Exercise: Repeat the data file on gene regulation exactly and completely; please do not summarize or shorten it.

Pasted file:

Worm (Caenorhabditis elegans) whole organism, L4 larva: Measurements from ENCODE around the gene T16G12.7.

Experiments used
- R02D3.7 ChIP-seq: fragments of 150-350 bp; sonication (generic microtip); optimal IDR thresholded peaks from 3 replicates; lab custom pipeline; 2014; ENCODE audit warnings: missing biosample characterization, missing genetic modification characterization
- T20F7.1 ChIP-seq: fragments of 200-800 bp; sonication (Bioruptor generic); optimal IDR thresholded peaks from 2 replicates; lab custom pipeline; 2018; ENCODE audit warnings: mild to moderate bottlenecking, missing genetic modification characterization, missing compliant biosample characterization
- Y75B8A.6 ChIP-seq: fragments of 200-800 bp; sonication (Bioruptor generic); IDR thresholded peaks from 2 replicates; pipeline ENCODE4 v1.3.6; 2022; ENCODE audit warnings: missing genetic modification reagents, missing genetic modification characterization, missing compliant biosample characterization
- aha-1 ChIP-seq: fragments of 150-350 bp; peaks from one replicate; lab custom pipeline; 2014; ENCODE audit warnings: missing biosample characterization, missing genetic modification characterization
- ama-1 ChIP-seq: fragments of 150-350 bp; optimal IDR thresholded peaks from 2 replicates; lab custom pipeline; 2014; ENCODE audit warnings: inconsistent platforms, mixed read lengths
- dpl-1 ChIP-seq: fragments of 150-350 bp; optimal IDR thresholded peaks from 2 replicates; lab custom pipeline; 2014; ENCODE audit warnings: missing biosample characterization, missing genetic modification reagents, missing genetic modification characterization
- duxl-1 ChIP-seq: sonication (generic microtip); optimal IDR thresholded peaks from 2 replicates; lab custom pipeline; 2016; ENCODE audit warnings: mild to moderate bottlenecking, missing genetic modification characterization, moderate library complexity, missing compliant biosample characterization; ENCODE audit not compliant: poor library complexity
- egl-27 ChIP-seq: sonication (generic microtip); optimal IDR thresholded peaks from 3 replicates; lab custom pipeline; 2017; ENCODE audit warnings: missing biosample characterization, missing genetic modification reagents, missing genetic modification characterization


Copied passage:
Worm (Caenorhabditis elegans) whole organism, L4 larva: Measurements from ENCODE around the gene T16G12.7.

Experiments used
- R02D3.7 ChIP-seq: fragments of 150-350 bp; sonication (generic microtip); optimal IDR thresholded peaks from 3 replicates; lab custom pipeline; 2014; ENCODE audit warnings: missing biosample characterization, missing genetic modification characterization
- T20F7.1 ChIP-seq: fragments of 200-800 bp; sonication (Bioruptor generic); optimal IDR thresholded peaks from 2 replicates; lab custom pipeline; 2018; ENCODE audit warnings: mild to moderate bottlenecking, missing genetic modification characterization, missing compliant biosample characterization
- Y75B8A.6 ChIP-seq: fragments of 200-800 bp; sonication (Bioruptor generic); IDR thresholded peaks from 2 replicates; pipeline ENCODE4 v1.3.6; 2022; ENCODE audit warnings: missing genetic modification reagents, missing genetic modification characterization, missing compliant biosample characterization
- aha-1 ChIP-seq: fragments of 150-350 bp; peaks from one replicate; lab custom pipeline; 2014; ENCODE audit warnings: missing biosample characterization, missing genetic modification characterization
- ama-1 ChIP-seq: fragments of 150-350 bp; optimal IDR thresholded peaks from 2 replicates; lab custom pipeline; 2014; ENCODE audit warnings: inconsistent platforms, mixed read lengths
- dpl-1 ChIP-seq: fragments of 150-350 bp; optimal IDR thresholded peaks from 2 replicates; lab custom pipeline; 2014; ENCODE audit warnings: missing biosample characterization, missing genetic modification reagents, missing genetic modification characterization
- duxl-1 ChIP-seq: sonication (generic microtip); optimal IDR thresholded peaks from 2 replicates; lab custom pipeline; 2016; ENCODE audit warnings: mild to moderate bottlenecking, missing genetic modification characterization, moderate library complexity, missing compliant biosample characterization; ENCODE audit not compliant: poor library complexity
- egl-27 ChIP-seq: sonication (generic microtip); optimal IDR thresholded peaks from 3 replicates; lab custom pipeline; 2017; ENCODE audit warnings: missing biosample characterization, missing genetic modification reagents, missing genetic modification characterization